Ms. Gioia

Human Resources, Recruitment & Training

"Welcome to our Hotel" Front Desk Tactics that Engage Guests and Employees and Reduce Complaints

By Joyce Gioia, CEO, Employer of Choice International, Inc.

The Front Desk is your front line for guest services. Most hotels do a very good job training their front desk people to be cordial. They understand the opportunity... and the liability. At one time or another, we have all experienced walking into a hotel and receiving a luke-warm reception from the person behind the counter. When that happens, in my brain, I hear the words, "Oh boy, I'm in for a mediocre guest experience here―at best". In addition, not surprisingly, that less-than-optimum experience usually happens.

It is understood that the best Front Desk people should be warm and welcoming, yet often at smaller properties managers overlook the important step of training their people to be that way. After a long day of travel, dealing with the many increased hassles of air travel, no one wants to be met by a sullen expression and the words, "How can I help you", spoken in a tone that communicates the person wants to be anywhere, but there with you.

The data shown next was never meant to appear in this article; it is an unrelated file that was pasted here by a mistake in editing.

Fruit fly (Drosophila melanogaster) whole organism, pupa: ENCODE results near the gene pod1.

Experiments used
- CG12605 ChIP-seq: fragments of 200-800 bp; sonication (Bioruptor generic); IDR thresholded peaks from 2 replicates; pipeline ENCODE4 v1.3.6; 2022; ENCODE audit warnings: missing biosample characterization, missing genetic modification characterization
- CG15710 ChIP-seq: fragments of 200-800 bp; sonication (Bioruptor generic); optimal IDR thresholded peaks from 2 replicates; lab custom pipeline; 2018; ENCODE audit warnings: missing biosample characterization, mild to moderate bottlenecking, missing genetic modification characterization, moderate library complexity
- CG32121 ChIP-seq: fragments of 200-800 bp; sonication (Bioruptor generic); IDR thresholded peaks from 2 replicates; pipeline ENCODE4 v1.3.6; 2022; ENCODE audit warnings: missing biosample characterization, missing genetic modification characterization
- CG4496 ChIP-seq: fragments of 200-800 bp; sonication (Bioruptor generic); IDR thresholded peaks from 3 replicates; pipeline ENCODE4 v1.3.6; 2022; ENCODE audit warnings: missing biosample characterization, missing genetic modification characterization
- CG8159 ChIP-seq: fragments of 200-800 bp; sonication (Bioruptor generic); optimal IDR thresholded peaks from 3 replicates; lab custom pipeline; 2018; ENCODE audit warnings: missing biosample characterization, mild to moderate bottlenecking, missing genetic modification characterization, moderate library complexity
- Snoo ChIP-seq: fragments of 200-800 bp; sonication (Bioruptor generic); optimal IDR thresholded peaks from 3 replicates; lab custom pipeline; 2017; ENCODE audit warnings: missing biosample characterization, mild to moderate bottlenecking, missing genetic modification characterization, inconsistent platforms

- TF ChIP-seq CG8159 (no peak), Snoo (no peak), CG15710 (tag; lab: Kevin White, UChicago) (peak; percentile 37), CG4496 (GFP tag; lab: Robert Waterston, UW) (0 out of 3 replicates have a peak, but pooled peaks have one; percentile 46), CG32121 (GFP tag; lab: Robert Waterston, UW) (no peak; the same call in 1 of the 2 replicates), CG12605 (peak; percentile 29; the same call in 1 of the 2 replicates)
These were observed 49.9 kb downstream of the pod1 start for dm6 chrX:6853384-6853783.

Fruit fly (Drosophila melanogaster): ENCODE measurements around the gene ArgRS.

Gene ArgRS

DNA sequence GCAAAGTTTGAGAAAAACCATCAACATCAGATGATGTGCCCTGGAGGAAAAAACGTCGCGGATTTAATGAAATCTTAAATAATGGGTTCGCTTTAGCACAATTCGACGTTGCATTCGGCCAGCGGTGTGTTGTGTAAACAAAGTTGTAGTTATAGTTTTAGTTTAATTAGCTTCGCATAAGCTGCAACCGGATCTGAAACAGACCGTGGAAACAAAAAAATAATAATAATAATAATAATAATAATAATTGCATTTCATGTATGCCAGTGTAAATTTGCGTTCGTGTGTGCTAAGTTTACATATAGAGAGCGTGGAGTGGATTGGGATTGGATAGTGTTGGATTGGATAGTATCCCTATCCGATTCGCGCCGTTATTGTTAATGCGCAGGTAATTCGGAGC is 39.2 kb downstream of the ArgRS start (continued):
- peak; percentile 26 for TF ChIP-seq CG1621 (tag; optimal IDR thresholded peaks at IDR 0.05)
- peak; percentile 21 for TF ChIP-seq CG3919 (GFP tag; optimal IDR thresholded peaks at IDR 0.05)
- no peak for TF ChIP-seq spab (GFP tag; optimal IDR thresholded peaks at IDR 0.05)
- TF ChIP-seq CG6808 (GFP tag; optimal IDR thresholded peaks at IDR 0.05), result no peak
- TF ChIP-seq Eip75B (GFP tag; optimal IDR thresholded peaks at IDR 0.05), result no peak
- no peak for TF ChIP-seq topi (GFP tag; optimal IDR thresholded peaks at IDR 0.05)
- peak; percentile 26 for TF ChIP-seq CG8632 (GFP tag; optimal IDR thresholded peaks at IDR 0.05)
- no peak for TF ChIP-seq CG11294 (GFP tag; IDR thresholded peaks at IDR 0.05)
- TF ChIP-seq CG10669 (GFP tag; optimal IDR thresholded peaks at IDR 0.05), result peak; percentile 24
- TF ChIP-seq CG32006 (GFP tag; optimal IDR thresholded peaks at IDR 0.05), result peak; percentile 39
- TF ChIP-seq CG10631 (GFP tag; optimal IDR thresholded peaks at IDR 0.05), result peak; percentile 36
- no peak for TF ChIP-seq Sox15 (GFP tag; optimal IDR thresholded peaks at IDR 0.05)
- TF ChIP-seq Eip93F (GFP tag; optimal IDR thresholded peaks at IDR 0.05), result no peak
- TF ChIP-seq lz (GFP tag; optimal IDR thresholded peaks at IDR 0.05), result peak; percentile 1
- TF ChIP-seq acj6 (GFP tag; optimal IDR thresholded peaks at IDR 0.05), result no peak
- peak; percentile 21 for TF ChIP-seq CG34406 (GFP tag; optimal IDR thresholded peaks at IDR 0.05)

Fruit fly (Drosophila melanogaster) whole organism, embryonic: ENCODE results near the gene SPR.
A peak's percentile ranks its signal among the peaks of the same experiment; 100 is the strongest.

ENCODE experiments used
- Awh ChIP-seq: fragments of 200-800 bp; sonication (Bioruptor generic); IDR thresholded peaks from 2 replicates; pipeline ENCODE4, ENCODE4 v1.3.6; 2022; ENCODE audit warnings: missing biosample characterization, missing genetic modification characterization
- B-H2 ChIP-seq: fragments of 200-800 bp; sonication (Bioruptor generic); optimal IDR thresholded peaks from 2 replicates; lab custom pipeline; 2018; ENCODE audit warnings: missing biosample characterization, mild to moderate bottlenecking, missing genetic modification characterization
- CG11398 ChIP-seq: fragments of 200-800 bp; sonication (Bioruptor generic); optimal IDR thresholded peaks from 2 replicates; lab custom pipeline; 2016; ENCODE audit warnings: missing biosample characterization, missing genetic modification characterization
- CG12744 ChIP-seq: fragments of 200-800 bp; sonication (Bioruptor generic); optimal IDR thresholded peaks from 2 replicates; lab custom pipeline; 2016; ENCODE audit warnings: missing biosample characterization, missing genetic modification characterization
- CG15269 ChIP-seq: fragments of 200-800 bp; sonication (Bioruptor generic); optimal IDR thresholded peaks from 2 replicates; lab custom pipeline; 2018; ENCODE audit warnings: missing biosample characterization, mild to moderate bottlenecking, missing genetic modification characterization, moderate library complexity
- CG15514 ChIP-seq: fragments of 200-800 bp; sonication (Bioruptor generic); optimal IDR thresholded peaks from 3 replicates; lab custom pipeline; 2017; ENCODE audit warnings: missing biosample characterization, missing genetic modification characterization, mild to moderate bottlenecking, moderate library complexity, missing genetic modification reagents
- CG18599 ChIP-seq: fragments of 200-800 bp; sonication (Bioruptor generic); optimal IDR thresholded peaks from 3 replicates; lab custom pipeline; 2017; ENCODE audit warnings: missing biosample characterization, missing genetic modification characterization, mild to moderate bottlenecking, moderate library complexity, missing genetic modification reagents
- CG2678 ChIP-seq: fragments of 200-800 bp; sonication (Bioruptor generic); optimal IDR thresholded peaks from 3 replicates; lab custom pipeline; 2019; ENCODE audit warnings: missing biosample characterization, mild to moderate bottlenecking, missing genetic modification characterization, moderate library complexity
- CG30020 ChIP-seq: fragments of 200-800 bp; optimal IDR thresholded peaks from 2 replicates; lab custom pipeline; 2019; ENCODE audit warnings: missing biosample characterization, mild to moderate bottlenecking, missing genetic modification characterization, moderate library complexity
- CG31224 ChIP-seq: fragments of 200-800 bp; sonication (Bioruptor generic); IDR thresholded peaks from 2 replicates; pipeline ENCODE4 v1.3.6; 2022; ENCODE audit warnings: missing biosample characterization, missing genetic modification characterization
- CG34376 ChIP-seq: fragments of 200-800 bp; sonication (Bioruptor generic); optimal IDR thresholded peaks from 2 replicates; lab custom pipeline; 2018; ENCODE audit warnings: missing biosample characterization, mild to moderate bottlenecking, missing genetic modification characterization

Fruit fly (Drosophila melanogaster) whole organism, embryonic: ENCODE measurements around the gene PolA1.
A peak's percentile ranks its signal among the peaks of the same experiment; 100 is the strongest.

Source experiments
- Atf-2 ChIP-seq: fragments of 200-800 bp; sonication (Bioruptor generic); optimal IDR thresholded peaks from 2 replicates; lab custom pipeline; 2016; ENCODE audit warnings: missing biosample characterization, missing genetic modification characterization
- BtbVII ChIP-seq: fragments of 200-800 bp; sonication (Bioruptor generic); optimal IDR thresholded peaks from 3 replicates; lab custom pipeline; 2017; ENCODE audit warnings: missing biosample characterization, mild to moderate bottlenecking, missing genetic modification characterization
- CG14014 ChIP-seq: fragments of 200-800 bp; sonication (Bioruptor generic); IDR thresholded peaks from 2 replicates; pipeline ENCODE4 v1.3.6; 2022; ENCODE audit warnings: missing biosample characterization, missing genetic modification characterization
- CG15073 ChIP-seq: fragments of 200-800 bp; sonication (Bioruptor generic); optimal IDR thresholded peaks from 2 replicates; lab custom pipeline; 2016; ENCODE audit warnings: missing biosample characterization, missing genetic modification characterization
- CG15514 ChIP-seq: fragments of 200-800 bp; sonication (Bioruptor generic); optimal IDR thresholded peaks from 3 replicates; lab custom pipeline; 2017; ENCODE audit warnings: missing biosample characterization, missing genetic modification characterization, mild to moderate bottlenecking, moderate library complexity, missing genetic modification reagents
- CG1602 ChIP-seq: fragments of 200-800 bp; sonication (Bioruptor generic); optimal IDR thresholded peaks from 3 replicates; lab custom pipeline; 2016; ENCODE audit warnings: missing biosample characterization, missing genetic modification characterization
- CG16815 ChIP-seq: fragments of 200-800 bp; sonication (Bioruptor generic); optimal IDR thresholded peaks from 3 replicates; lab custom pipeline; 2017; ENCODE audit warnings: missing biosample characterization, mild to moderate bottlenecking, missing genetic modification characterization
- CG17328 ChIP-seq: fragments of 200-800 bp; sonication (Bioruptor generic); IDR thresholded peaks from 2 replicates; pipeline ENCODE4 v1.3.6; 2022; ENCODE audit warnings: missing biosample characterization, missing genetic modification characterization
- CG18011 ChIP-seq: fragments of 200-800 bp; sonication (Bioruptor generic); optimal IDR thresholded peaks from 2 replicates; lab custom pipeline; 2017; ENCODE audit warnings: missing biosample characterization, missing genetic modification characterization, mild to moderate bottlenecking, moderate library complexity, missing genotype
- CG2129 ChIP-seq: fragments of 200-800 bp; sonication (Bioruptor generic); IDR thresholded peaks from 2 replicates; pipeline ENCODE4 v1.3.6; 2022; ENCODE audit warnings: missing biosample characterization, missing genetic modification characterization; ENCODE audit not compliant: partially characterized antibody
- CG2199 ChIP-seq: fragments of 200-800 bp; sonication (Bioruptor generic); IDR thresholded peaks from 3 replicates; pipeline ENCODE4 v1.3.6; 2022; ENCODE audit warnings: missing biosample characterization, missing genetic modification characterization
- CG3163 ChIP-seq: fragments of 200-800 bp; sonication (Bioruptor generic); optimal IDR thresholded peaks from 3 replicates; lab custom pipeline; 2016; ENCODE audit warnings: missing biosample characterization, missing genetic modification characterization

No Second Chances

"You never have a second chance to make a first impression." These words are especially true for hotel and restaurant properties. Besides the design of your façade and the décor of your lobby, it is the demeanor of your Front Desk personnel that set up the entire guest experience. When handled well, guests feel welcomed and happy about checking in. When handled poorly, they feel unhappy and neglected.

Some properties have their people make follow-up phone calls to confirm that the guests are happy with the accommodations. These calls just reinforce the level of caring exhibited by the property. Some guests find these phone calls annoying so the solution is to let the guests know that you will be calling. That way, if the calls are not welcome, your people will not have spent the time and effort to make them, nor will you have incurred the ire of your guests.